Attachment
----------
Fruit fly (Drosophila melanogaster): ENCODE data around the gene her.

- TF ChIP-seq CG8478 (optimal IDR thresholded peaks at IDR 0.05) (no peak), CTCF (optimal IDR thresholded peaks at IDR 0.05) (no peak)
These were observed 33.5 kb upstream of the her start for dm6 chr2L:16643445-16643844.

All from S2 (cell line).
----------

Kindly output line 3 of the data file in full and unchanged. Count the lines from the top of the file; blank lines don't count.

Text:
These were observed 33.5 kb upstream of the her start for dm6 chr2L:16643445-16643844.